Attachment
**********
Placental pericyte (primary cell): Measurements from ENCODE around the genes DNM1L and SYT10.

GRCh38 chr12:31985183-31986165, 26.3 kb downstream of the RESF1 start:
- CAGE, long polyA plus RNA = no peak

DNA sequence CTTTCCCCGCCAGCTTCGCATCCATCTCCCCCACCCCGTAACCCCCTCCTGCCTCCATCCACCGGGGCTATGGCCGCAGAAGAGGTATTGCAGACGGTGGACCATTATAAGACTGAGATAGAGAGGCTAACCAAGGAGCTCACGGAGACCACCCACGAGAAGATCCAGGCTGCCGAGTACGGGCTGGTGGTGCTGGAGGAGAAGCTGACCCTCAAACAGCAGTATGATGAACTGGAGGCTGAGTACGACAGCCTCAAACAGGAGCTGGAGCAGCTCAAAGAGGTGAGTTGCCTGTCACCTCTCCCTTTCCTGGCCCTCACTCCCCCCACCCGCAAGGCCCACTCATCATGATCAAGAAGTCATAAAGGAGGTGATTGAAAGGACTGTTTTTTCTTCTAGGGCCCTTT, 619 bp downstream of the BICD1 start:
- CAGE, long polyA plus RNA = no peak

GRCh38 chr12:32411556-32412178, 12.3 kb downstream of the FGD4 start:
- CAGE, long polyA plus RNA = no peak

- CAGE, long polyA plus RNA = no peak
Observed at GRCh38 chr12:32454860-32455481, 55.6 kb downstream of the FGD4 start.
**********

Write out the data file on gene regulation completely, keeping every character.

Placental pericyte (primary cell): Measurements from ENCODE around the genes DNM1L and SYT10.

GRCh38 chr12:31985183-31986165, 26.3 kb downstream of the RESF1 start:
- CAGE, long polyA plus RNA = no peak

DNA sequence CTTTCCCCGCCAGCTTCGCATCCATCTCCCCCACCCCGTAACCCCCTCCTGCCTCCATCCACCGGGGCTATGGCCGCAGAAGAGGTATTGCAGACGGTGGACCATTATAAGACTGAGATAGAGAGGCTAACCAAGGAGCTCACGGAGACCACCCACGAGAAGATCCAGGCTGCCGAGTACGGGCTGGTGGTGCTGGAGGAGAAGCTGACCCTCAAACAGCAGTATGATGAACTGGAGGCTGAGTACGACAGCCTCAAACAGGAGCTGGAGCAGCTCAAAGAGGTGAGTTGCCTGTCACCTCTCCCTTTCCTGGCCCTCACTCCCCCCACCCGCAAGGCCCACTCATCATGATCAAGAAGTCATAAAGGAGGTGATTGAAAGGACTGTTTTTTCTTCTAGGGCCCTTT, 619 bp downstream of the BICD1 start:
- CAGE, long polyA plus RNA = no peak

GRCh38 chr12:32411556-32412178, 12.3 kb downstream of the FGD4 start:
- CAGE, long polyA plus RNA = no peak

- CAGE, long polyA plus RNA = no peak
Observed at GRCh38 chr12:32454860-32455481, 55.6 kb downstream of the FGD4 start.